How to prevent porosity:
- Make sure you are using adequate shielding gas and that it provides sufficient coverage
- Don’t weld outside if the winds are too strong to blow off the shielding gas
- Clean the joint thoroughly
- Study the starting and stopping techniques for the welding process you are using
- Use low hydrogen electrodes
- Make sure the flux coverage of the electrode is not compromised
Cracks are the most obvious sign that the welding defects are apparent. You can’t ignore cracks. The most dangerous aspect of cracks is that they rapidly progress, making the problem worse.
There are three types of cracking you should worry about:
- Crater or star cracks. These develop in the weld crater as the weld pool shrinks and solidifies
- Transverse cracks are found along the width of the bead
- Longitudinal cracks appear parallel to the weld’s length
How to prevent weld cracks:
- Don’t interrupt the arc too quickly at the end of the weld
- Use specialized GMAW equipment that lowers the wire feeding speed at the end of the weld
- Allow the weld to pool up at the end of the crater before extinguishing the arc
- Use correct filler metal
- Preheat the welded part, especially if welding cast iron or high strength steel
- Avoid convex-shaped bead
- Don’t use hydrogen shielding gas mixtures with ferrous metals
- Make sure that the weld joint can “work” while cooling down
Inclusions cause stresses to accumulate and reduce the structural integrity of the weld bead. They can be tungsten inclusions, slag inclusions, oxides, and other nonmetallic compounds. If they are trapped in the weld metal, the joint will be compromised.
How to prevent inclusions:
- Make sure the weld joints are properly cleaned
- If making a multipass weld, create a uniform bead profile on the root weld
- Don’t touch the metal with the tungsten tip if welding with a TIG process
- Use adequate welding angle and electrode manipulation method
Inadequate Joint Penetration
Poor weld penetration occurs when the depth of penetration is not deep enough to fuse through the entire plate thickness or into the previously laid weld. This leads to the reduction of the cross-sectional thickness of the joint and serves as a source of stress concentration, which leads to welding defects.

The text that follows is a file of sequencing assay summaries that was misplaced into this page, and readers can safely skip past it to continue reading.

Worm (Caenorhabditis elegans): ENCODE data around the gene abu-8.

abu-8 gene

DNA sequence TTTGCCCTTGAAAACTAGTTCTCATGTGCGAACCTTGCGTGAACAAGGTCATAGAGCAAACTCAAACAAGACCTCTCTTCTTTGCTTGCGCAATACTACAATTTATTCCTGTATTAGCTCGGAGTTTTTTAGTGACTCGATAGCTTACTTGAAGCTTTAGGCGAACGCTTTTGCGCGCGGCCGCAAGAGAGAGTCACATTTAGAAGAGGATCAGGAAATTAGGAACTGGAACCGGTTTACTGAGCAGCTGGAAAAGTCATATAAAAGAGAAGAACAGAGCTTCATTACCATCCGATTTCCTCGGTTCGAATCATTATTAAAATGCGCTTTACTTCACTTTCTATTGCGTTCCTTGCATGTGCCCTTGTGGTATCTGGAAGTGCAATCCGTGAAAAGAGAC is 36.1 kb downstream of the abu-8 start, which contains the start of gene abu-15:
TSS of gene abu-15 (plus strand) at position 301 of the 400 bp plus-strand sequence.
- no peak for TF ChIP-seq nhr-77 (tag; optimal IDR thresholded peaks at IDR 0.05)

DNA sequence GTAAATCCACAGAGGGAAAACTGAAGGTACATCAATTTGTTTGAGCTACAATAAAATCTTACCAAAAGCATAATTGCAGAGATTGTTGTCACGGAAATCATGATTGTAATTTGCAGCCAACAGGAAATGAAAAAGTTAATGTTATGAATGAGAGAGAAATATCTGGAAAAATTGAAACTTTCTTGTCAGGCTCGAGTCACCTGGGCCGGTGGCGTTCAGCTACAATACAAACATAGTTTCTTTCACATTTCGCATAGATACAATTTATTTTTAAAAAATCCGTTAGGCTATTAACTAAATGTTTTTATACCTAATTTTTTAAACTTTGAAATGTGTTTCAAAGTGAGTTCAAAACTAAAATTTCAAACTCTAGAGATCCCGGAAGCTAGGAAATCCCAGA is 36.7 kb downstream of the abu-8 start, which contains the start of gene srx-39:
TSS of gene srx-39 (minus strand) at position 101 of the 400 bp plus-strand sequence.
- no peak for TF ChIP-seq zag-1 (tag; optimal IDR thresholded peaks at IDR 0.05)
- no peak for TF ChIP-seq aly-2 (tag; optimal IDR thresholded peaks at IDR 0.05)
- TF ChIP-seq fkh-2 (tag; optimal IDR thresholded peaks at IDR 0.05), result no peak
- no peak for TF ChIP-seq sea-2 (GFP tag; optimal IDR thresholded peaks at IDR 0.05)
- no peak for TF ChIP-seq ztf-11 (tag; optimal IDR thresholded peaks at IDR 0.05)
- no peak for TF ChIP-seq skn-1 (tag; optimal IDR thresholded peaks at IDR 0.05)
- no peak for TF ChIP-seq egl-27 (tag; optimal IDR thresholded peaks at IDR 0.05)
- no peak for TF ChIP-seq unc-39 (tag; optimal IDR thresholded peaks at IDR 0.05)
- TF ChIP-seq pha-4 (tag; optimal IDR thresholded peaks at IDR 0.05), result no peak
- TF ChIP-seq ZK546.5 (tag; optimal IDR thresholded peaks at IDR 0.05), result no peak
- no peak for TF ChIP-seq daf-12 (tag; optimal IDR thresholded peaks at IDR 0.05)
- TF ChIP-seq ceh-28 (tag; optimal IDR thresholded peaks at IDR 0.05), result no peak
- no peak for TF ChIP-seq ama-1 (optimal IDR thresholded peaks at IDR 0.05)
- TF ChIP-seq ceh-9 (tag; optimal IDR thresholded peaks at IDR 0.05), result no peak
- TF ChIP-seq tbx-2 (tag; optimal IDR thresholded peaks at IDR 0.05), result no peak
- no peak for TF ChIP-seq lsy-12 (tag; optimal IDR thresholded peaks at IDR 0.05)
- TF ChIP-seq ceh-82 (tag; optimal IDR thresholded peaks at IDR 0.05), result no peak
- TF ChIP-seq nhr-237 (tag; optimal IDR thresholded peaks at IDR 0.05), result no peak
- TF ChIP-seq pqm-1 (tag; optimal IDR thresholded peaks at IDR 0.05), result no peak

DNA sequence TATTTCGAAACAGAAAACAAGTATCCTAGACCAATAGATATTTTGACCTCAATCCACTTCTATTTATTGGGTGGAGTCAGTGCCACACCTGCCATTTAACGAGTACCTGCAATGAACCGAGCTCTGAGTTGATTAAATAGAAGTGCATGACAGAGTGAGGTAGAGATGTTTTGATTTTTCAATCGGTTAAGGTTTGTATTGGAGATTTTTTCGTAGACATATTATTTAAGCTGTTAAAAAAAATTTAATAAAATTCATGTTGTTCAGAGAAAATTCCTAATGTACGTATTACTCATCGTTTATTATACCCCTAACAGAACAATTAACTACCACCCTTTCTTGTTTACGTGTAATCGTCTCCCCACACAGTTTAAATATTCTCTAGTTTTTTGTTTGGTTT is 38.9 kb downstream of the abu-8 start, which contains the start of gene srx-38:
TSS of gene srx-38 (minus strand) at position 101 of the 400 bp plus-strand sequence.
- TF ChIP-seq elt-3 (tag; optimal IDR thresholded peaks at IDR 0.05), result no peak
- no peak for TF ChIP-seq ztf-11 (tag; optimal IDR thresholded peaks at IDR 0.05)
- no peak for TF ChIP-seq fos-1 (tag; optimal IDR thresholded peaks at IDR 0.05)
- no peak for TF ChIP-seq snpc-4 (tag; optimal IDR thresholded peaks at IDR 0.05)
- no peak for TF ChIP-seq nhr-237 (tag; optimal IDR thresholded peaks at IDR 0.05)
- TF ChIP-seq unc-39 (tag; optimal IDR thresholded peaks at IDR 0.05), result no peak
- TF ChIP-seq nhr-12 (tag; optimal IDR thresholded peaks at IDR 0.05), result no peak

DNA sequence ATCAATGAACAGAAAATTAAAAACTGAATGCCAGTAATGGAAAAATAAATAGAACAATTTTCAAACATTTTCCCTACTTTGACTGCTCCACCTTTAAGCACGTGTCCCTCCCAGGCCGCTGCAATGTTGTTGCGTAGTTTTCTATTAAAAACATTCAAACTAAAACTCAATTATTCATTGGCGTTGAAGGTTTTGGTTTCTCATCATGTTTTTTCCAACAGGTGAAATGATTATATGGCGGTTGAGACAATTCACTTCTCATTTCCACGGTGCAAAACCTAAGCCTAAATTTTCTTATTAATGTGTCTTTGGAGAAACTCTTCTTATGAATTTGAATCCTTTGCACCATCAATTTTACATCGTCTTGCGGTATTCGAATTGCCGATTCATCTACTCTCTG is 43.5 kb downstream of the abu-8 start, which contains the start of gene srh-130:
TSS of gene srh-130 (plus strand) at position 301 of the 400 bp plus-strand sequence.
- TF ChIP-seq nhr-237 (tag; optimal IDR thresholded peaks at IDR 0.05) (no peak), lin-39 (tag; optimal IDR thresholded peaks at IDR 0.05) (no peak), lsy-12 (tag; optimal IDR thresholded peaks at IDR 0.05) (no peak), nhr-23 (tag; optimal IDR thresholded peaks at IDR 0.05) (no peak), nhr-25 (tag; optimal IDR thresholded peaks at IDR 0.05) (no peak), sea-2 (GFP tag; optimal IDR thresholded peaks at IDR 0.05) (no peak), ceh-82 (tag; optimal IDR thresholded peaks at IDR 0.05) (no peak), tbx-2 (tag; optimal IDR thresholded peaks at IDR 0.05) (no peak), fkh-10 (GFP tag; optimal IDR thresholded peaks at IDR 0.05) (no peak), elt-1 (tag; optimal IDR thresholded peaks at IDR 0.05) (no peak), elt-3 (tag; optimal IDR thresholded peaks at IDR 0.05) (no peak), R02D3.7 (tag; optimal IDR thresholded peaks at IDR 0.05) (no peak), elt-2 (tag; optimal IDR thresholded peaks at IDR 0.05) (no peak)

How to prevent poor joint penetration:
- Follow the correct welding technique for the process you are using
- Use enough welding current
- Preheat the metal if needed, especially metals with high thermal conductivity
- Prepare joints with evenly beveled sides
- Use back gouging if joints are accessible from both sides
If the weld metal is not entirely adhered to the base metal, the weld zone strength will be compromised. If there are voids, gaps, between the weld metal and the base metal, this is referred to as a lack of sidewall fusion. But, if the same occurs between the previously laid weld and the new weld metal above it, it’s called interpass cold lap.
How to prevent poor fusion:
- Use the correct technique to agitate the weld pool
- Use proper torch angle
- Don’t use too fast weld speed
- Don’t use inadequate welding processes for the thickness of the metal
- Don’t use incorrect filler metal
- Remove all notches from the parent metal joint
- Clean the joint throughout
The opposite of incomplete penetration is when you melt the weld material and blow a hole through the base metal. Saying that this is undesirable is an understatement. If the joint has turned into molten metal, there is no weld surface and fusion.
How to prevent burn through:
- Use low heat input when welding thin gauge
- Don’t use large bevel angles
- Use high welding speed
- Use adequately sized filler metal